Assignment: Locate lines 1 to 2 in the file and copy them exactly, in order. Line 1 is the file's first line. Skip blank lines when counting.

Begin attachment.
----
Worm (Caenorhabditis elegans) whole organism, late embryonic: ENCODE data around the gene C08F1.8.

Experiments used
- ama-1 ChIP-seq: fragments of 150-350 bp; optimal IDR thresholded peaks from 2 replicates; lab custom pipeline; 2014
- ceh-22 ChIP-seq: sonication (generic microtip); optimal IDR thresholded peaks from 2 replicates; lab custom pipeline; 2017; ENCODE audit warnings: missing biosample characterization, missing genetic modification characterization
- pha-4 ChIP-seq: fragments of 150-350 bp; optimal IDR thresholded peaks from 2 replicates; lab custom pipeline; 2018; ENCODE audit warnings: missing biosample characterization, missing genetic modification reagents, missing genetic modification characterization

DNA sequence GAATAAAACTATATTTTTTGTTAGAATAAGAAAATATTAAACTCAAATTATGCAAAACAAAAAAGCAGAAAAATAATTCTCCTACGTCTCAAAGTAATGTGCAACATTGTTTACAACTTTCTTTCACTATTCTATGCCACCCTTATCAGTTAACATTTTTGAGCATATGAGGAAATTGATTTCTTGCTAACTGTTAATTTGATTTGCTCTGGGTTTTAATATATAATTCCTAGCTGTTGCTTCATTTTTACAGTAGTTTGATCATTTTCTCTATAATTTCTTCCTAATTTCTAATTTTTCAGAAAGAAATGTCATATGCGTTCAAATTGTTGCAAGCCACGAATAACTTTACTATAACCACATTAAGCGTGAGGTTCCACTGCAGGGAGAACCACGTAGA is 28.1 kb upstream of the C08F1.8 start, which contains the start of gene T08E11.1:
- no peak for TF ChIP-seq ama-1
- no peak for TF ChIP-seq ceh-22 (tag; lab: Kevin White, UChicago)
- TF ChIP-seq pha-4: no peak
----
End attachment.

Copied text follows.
Worm (Caenorhabditis elegans) whole organism, late embryonic: ENCODE data around the gene C08F1.8.

Experiments used